Career Failure and Full of Regrets

By Kristina Randle, Ph.D., LCSW

I have always suffered from performance anxiety, social anxiety, and a certain degree of manic-depression. However I am very smart/talented and was very successful in high-school and attended a top university. I was very unhappy there and almost dropped out despite good grades. I was briefly treated for anxiety caused by a prescription drug and this treatment made me happy, outgoing and popular, but also manic and sexually dysfunctional. During this time I was recruited to many great jobs but was scared to take them and instead started my own dot-com business. However once off the treatment my anxiety/depression returned and the business did not develop too much. Eventually it failed and it became just me working for one of our clients. This spanned 15 years since college and overall it provided a pretty good income in a low-stress environment although I had to work from home and it was very lonely.

Recently that good situation collapsed. Although the client loved my work, the CEO lied about it for years and took credit for it herself. When I found out she demanded I also lie to her Board to save face for her. This meant not taking credit for ten years of my work so I refused. She was caught in a lie and fired me in retaliation and the Board did nothing to stop her although they were fully informed. So I hired an attorney and sued, and they gave me a small settlement. My attorney then demanded more than that settlement amount in fees which was not what we agreed. I now have no job, no positive reference for ten years of my work, and a legal bill I am unwilling to pay.

The unfairness of this situation is making me extremely angry. I feel like the CEO, the Board, and my attorney are all users and liars who cared nothing about what was fair or right, and only about their own profit. They all saw me as a weak person and took full advantage of me.

Now I am full of regrets. I regret I didn’t pursue a career that would have provided more job security like medicine instead of chasing dreams on the internet. I regret I didn’t find some better treatment of my symptoms so I could have managed the business better. I regret I never found any satisfying relationship b/c of my anxiety problems and lonely work situation.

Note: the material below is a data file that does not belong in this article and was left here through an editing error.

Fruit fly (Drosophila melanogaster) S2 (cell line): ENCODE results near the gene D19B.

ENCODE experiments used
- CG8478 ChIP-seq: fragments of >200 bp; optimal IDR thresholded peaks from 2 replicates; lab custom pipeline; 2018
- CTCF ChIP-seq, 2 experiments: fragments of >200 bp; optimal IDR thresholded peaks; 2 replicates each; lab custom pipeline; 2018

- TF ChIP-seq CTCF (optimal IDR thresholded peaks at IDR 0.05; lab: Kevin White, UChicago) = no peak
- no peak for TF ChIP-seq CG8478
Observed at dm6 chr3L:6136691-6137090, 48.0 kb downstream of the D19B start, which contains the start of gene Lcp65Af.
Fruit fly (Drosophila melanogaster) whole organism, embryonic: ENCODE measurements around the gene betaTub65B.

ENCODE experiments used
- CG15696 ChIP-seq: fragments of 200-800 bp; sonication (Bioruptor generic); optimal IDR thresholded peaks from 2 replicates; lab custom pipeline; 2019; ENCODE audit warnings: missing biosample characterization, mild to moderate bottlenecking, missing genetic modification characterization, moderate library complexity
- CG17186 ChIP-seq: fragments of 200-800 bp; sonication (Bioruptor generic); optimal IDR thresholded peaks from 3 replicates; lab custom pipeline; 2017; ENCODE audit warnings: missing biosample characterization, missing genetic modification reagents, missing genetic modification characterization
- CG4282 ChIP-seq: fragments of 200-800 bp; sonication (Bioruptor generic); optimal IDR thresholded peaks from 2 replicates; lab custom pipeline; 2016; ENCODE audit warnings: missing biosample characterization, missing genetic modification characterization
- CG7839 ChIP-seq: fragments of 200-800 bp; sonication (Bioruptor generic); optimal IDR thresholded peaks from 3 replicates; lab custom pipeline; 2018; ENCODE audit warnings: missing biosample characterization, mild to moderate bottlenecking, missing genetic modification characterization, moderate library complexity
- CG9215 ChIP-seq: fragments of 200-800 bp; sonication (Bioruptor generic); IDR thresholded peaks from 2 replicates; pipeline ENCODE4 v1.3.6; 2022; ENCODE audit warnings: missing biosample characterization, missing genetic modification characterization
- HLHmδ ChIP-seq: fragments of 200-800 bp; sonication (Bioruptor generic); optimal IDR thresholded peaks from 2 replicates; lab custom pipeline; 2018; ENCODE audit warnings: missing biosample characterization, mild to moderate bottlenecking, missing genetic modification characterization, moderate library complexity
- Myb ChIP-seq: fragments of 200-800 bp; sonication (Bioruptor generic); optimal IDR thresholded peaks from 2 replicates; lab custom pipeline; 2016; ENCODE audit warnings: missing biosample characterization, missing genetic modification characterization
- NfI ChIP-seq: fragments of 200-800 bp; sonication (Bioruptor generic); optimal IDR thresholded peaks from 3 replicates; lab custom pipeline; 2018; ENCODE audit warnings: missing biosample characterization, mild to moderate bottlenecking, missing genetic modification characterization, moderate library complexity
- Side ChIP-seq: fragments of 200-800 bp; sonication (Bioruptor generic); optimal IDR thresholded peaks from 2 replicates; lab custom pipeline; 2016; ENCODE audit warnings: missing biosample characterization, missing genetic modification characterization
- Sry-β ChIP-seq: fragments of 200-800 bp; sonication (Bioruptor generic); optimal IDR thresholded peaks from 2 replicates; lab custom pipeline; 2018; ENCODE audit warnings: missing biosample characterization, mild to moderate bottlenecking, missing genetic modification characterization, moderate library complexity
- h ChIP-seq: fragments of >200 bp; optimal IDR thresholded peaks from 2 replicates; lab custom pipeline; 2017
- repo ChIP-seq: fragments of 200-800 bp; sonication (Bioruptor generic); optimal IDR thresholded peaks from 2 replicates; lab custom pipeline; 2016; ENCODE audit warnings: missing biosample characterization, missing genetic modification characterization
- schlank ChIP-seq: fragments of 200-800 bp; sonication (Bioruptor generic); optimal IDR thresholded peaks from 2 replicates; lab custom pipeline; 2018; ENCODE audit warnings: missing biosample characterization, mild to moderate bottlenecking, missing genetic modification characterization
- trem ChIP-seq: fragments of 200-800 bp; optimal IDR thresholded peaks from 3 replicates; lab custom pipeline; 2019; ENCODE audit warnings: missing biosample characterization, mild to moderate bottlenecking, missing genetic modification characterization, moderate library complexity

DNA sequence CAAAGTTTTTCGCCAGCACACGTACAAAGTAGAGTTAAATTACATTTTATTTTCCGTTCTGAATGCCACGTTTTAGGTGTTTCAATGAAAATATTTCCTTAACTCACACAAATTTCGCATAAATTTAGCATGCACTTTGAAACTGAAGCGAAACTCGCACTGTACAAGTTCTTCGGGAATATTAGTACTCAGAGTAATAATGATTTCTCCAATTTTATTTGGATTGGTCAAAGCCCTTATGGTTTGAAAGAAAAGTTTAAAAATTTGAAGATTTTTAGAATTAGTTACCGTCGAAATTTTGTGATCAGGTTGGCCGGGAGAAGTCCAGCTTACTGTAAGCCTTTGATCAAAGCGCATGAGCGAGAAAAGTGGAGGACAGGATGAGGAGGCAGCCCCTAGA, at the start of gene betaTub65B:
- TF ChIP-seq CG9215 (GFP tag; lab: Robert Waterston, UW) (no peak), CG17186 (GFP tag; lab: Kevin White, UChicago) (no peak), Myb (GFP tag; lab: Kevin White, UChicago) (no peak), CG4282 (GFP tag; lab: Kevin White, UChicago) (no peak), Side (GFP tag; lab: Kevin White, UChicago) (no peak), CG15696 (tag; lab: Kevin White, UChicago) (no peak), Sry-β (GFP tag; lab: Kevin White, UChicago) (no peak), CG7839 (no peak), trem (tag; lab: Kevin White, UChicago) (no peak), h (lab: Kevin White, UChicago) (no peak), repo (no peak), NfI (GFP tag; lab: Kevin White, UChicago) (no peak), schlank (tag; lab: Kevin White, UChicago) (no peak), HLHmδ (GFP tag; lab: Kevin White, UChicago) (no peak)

Worse, I don’t see a path forward. How can I find a new job when my past ten years has just been erased? How can I be happy starting with a small job again when my classmates are at the top of their fields making six and seven figure incomes? I could have been like them if I didn’t have these problems to deal with. I am also tormented by the many great business ideas I want to pursue, but am afraid will fail like the first one. I don’t want to be a 40 year old loser. I don’t know what to do.

A. You are being very hard on yourself. If a friend shared this experience with you, you probably would not warn them that they are at risk of becoming a “40-year-old loser.” My guess is that you would provide encouragement and reassurance.

Things did not evolve as planned but you have had a successful career. An unexpected event occurred that was outside of your control. How could you have predicted such an outcome? The answer is that there is no way you could have known. You cannot change history but you can learn from it.

My advice is to reframe your view of this situation. You are not a failure. You were highly successful for a significant period of time but due to events outside of your control, you’ve lost your income. You are comparing yourself to your friends but each person has unique life circumstances. It is not a fair comparison.

You are only seeing the negative aspects of your situation but there are positives. Now you have a chance to do what you always wanted. Many people never have this opportunity. They live their entire lives engaged in a less-than-ideal career and never change course. You have that opportunity now. In this way you are very fortunate. Had the unforeseen event not occurred it may have been impossible to begin a new career. Think of it as a gift. You are now in the position where you must forge on and start over. Maybe this is the jumpstart that you’ve needed to change the course of your life to a new, more desirable direction.

You are now on the verge of doing something that you have always wanted to do. Going forward will be an uphill battle but you have no choice. It won’t be easy but nothing that is valuable in life ever is.

I wish you the best of luck with your future endeavors. If you have continued difficulties, it would be advantageous to consider therapy. A therapist can help you remain objective and also support your efforts to rebuild your career. There is no shame in wanting to ensure that one’s thought processes are as sharp and as realistic as possible. In addition, it will allow you to receive the mental health treatment you regret not pursuing 15 years ago. Please take care.

Dr. Kristina Randle

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Last reviewed: By John M. Grohol, Psy.D. on 8 Apr 2011

APA Reference
Randle, K. (2011). Career Failure and Full of Regrets. Psych Central. Retrieved on November 27, 2014, from http://psychcentral.com/ask-the-therapist/2011/04/08/career-failure-and-full-of-regrets/